Apparently, Allman’s has some competition! Nelson Head, native of Alabama and proprietor of the justly famous Dixie Bones in Woodbridge, has set up a pretty slick operation right here in Fredericksburg.
At dusk on an exceedingly cool day last week, I stopped into Mr. Head’s BBQ Post 401—as in the final three digits of our zip code—to warm the bones and take the chill off.
And off it came: yes, I loves me some Allman’s pork barbeque, but with the prospects of chicken and beef as well, I could hardly resist this new spot out of petty traditionalism. Besides, I’m a food critic.
BBQ Post 401 is housed in a brightly lit space that ushers directly to a counter where you place your order. Behind the counter, where they keep a sheet a fudge to tempt you (alas, for now 401 doesn’t offer the splendid array of pies you can find at Dixie Bones), there is a wall of ovens where your barbeque cooks all day. After you order and pay, you make your way to a table with your number and wait anxiously for your food while the smell of smoke and brisket permeate the air.
This is real pit barbeque: chicken, pork shoulder, and beef brisket rubbed with spices and cooked long and slow over wood for 10-, 12-, or 14 hours. The flavor comes from a few factors: quality of the meat, first and foremost; the spice rub; the smoke from the wood; and any seasoning or condiment you might add.
The meat itself isn’t super distinctive—no locally–sourced and/or organic proteins here—but nonetheless very fine versions of what they were. The rub and smoke combination produced chicken, pork, and beef that were quite smoky and very tasty; and the low heat left the meat fully cooked and yet soft, succulent, and fall–apart tender.
The buns are worth mentioning: no soft, mushy Wonder bread roll mopping up sauce here; firm, rich, white–flour buns brushed with yolk give them a toothsomeness that made the perfect platform for eating barbeque. And not too salty, either, which is desirable given that salt in the rub and sauces. Clearly, Mr. Head has thought this thing through.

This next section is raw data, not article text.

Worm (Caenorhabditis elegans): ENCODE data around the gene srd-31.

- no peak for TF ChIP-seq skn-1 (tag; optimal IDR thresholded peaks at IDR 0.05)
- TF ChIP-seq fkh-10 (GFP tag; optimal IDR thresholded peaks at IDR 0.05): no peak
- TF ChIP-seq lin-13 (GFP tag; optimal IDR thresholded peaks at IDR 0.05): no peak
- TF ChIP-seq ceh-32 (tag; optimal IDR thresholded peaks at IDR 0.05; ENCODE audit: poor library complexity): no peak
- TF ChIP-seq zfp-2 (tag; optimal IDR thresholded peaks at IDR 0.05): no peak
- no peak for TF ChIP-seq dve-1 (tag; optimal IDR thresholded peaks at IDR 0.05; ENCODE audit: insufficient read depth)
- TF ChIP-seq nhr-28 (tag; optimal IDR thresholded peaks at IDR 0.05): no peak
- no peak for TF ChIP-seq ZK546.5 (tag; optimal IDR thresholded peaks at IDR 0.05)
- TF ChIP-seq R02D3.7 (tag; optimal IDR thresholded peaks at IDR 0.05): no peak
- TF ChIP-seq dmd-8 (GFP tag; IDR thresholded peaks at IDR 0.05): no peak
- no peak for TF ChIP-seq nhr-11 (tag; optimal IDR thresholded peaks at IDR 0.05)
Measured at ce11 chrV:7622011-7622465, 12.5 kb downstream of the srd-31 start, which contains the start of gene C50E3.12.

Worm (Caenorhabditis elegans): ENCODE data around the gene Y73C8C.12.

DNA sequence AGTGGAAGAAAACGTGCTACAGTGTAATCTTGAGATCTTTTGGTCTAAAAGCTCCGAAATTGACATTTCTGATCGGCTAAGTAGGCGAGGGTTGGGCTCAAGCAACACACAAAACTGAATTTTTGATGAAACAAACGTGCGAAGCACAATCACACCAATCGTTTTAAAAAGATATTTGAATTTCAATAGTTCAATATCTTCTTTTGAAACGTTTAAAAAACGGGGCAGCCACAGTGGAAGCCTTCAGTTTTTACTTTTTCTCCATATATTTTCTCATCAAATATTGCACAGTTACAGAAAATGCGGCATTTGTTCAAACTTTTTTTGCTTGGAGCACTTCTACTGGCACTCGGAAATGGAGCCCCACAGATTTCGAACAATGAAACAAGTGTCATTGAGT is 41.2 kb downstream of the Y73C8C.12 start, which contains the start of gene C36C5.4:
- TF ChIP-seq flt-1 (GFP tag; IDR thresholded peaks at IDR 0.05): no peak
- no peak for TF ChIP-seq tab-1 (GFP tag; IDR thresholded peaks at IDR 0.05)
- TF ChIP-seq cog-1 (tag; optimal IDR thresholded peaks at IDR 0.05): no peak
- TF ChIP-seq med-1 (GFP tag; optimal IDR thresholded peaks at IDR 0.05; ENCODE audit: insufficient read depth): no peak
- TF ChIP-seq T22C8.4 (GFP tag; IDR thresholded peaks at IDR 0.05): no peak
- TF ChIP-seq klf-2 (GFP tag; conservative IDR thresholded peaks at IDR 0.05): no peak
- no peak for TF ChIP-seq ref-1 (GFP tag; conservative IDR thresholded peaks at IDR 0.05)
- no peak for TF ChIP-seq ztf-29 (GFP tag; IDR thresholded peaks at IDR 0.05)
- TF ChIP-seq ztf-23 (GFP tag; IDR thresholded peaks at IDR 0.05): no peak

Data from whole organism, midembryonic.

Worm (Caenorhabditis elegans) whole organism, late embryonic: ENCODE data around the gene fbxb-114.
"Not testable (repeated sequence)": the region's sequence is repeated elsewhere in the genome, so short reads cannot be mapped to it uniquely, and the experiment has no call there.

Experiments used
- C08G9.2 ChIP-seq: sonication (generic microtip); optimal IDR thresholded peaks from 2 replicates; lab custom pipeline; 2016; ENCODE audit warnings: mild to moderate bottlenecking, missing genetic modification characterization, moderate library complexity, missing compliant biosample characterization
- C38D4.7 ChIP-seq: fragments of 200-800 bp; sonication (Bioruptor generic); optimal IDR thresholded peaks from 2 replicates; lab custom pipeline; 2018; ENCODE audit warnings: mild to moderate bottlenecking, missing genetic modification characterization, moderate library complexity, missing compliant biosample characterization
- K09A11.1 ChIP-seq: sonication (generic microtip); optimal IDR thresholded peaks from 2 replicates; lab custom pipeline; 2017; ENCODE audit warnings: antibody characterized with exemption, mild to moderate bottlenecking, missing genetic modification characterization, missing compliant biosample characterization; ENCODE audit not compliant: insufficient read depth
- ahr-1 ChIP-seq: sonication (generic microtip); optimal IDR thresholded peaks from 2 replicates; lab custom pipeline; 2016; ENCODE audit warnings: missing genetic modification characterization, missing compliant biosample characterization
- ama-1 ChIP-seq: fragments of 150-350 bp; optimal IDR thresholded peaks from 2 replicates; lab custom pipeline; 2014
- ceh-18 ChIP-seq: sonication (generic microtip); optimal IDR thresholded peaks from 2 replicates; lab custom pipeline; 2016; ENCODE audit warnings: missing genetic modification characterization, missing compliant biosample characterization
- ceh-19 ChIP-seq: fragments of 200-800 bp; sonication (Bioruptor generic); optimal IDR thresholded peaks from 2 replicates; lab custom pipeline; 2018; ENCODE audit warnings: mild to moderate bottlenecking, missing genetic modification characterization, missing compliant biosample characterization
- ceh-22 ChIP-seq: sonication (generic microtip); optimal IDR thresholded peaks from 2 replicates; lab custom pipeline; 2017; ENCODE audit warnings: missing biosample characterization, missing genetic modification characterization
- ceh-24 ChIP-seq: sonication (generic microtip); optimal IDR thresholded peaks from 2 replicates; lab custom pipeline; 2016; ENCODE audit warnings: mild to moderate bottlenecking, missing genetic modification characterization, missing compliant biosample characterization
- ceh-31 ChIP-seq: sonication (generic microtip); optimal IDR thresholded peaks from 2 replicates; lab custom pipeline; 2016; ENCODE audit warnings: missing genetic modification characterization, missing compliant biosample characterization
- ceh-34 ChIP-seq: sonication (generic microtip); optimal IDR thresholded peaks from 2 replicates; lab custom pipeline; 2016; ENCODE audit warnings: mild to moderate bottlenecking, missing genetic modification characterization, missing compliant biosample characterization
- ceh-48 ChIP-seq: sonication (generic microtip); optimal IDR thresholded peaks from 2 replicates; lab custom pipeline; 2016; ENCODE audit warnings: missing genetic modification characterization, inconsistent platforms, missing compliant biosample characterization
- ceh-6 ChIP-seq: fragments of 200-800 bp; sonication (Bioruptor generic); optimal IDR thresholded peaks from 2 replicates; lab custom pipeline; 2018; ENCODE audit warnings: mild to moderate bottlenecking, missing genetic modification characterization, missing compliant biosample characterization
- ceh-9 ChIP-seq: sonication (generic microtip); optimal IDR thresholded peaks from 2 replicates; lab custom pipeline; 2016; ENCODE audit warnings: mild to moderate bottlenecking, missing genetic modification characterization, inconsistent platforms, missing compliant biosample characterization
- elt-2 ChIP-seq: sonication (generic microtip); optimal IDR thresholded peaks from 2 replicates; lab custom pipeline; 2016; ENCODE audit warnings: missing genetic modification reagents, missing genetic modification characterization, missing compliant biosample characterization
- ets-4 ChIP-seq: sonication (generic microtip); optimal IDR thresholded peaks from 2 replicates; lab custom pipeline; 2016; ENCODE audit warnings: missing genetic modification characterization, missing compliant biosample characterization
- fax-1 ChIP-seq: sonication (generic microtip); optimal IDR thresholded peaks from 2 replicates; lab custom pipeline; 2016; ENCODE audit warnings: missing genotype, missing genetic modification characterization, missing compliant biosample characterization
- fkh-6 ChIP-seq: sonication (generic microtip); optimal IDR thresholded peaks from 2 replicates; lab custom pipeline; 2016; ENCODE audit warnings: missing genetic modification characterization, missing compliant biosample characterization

The sauces were excellent and all served separately so you can control proportions and let the meat retain its character. A well–balanced sweet vinegar sauce married well with pork; for the beef there was a tomato–based sauce with onions, garlic, butter, Heinz ketchup and spices; for the chicken (or pork, for that matter) there was a tangy white sauce with buttermilk, lemon, and dill. On their own, no sauce might have given you much pause, but with its partner the effect was extremely satisfying.
If I had any complaint, it was that the sauces were uniformly mild. If you want heat, you have to add Texas Pete yourself. With a wide array of interesting peppers now available, more was possible.
But these are quibbles, and if you are going to offer excellent barbeque at reasonable prices, you have to scale back your ambitions somewhere.
And at least they didn’t cut corners on truly important things like sides: the cole slaw is as good as you’ll find in the area. Clearly, this is made fresh daily: ultra–thinly sliced cabbage and a salt, sweet, and creamy sauce. French fries are cut shoe–string thin and cooked in peanut oil. They may be the best fries in the area (and that’s counting Five Guys, too).
I got up from this meal sated, a newly confirmed carnivore, dripping with different sauces and a bit of oil from the fries, and stood before a granite sink with a foot-pump faucet.. As I stepped back into the winter cold, I knew the next time I craved barbeque I would probably return here (pace Allman’s).